O’Brien’s vocation for three manifests itself again in the glorious paragraph that brings the book to a close:
Well-known, alas, is the case of the poor German who was very fond of three and who made each aspect of his life a thing of triads. He went home one evening and drank three cups of tea with three lumps of sugar in each cup, cut his jugular with a razor three times and scrawled with a dying hand on a picture of his wife good-bye, good-bye, good-bye.
THE DE SELBY CODE. If in At Swim-Two-Birds everything is movement and the world is transformed into an outrageous series of encounters and missed encounters in a vertiginous transit of characters, situations, ideas, epochs, and styles, in The Third Policeman, O’Brien creates, instead, a world where immobility is the rule. His characters enter—and with them the reader—Eternity, where everything stops. As time fails to pass, actions never seem to completely end, to manifest itself in a time that knows no ending.
It was two or three hours—the narrator says—since the Sergeant and I had started on our journey yet the country and the trees and all the voices of everything around still wore an air of early morning. There was incommunicable earliness in everything, a sense of waking and beginning. Nothing had yet grown or matured and nothing begun had yet finished. A bird singing had not yet turned finally the last twist of tunefulness. A rabbit emerging still had a hidden tail.
What happens in that world seems not to happen literally. Everything is obvious and means nothing. As in children’s stories, the logic that governs actions is different than that to which reality has made us accustomed. There is a policeman obsessed by the queer theory of molecular transubstantiation that gradually turns cyclists into bicycles at the same time the real bicycles become human. A bicycle serves a sentence in jail; another has been hanged, as his semi-human condition has driven him to crime. The Sergeant is worried that the time will come when the bicycles begin to demand the right to vote, expect to hold seats in Parliament, decide to unionize.
The plot of The Third Policeman is relatively simple. An Irish lad, one-legged to be precise, and good at nothing, except at studying the work of the brilliant and controversial philosopher de Selby and the commentaries of his impassioned exegetes, allows himself to be taken in by an associate and participates in the murder of a country millionaire. A decisive argument manages to convince him: with the proceeds of the crime he’ll be able to publish at last his work on de Selby at which he has labored away for many years. After committing the crime, the narrator loses awareness of his identity. He doesn’t remember his name or the place where he has hidden the murdered man’s box of riches. He believes the best solution is to head to the police station and demand they search for the treasure that has inexplicably slipped out of his hands. With difficulty he manages to convince the policeman on duty, a chatty sergeant, that he doesn’t wish to file a report about the theft of his bicycle, nor to file charges against a bicycle. In the police station he comes into contact with a world of objects so fine, so impossibly minute, that they become invisible, even if they are observed through the most powerful magnifying glass, and of musical notes so high that no human ear can register them. He finds the greatest consolation in that world where he has become lost in philosophical meditation. He dedicates a good part of his mental energy to reviewing some of de Selby’s theories and to attempting to clear the jungle of confusions created by the apologists and detractors of his admired philosopher. The bits of information that the reader begins to discover about the celebrated thinker are as extravagant as the circumstances in which the protagonist moves. De Selby, for example, suggested that night, far from adhering to the commonly accepted theory of planetary movements, was merely a product of accumulations of black air produced by certain volcanic disturbances, about which he did not elaborate, and also of some rather regrettable industrial activities. Equally extraordinary is the philosopher’s theory about the nature of sleep, which he defines as a mere succession of fainting-fits brought on by a state of mild asphyxia. Among his commenters there was a current of fierce detractors. The worst, the repugnant du Garbandier, dared to write:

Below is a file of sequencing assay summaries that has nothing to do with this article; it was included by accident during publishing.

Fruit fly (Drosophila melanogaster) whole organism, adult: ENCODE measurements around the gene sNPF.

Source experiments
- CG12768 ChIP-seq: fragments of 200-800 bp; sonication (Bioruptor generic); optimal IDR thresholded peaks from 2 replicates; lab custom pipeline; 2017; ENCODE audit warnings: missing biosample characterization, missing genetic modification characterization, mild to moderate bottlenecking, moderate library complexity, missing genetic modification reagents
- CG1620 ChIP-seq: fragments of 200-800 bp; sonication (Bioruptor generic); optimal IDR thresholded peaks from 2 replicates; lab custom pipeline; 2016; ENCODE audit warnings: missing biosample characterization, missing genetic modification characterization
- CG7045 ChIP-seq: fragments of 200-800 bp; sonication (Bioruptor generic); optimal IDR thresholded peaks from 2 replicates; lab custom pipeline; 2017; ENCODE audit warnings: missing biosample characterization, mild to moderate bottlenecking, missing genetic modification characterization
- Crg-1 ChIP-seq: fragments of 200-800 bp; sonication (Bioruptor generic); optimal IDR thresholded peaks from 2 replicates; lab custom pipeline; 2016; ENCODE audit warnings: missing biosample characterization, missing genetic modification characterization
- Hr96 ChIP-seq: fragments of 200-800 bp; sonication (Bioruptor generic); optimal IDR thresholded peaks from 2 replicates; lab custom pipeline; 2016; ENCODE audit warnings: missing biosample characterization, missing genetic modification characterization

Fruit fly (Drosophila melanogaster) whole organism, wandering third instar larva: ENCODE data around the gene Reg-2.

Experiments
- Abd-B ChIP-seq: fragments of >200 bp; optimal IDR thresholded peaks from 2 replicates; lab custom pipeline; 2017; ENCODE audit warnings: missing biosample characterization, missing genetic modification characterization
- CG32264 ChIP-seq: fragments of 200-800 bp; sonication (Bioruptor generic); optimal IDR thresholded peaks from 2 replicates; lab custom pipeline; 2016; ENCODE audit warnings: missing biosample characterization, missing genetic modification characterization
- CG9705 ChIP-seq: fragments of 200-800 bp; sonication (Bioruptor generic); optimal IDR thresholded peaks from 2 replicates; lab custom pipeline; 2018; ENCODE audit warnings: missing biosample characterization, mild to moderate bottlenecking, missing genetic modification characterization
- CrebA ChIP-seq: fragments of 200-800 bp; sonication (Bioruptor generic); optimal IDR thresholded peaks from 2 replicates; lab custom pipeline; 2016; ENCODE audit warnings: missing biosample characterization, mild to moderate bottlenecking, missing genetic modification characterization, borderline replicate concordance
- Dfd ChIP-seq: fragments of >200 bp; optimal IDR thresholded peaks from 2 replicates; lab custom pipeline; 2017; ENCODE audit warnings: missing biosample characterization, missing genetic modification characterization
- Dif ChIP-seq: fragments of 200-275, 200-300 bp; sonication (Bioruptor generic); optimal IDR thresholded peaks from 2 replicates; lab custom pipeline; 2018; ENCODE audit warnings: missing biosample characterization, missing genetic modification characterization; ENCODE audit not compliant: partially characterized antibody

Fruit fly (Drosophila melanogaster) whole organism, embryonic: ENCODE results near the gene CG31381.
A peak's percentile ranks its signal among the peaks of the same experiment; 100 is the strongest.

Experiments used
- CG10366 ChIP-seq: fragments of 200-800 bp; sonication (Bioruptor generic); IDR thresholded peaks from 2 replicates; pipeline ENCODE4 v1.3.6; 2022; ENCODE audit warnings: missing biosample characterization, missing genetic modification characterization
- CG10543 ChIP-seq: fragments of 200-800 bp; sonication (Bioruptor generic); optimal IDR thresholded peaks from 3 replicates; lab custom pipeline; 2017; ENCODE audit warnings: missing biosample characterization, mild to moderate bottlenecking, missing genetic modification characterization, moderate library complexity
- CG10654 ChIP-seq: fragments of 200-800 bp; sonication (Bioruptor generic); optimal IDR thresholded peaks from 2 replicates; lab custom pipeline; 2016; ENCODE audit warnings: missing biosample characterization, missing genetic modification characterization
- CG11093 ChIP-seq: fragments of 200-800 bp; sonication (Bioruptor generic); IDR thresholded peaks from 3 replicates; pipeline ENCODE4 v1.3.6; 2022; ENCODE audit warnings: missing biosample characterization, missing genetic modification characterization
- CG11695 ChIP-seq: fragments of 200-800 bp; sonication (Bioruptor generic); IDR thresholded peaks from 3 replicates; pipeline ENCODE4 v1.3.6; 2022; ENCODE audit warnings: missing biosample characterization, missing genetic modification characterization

Le suprème charme qu’on trouve à lire une page de de Selby est qu’elle vous conduit inexorablement a l’heureuse certitude que des sots vous n’êtes pas le plus grand.
On another occasion, the implacably malevolent ill-wisher took advantage of de Selby’s inability to distinguish men from women, which gave rise to a series of slanderous assumptions: